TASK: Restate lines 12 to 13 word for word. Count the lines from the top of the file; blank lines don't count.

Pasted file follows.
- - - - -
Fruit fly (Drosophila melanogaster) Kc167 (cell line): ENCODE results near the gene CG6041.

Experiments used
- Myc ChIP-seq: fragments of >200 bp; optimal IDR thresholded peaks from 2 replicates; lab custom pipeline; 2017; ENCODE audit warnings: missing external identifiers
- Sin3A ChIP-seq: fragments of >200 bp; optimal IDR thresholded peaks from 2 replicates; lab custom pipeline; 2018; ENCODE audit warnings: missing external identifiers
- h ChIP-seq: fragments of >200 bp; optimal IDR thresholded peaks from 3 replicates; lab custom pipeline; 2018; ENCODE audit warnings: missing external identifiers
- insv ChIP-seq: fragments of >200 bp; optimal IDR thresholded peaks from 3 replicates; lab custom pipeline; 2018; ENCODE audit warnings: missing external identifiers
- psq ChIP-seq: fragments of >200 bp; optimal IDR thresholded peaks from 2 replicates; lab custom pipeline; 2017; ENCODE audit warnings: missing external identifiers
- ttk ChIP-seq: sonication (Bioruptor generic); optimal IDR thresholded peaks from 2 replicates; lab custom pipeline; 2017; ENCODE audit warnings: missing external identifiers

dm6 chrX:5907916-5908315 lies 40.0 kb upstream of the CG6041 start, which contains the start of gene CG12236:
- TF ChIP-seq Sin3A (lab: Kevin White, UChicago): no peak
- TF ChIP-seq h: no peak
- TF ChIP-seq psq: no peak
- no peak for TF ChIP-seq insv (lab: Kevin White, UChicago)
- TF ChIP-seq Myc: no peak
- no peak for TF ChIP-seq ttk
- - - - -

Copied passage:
- TF ChIP-seq psq: no peak
- no peak for TF ChIP-seq insv (lab: Kevin White, UChicago)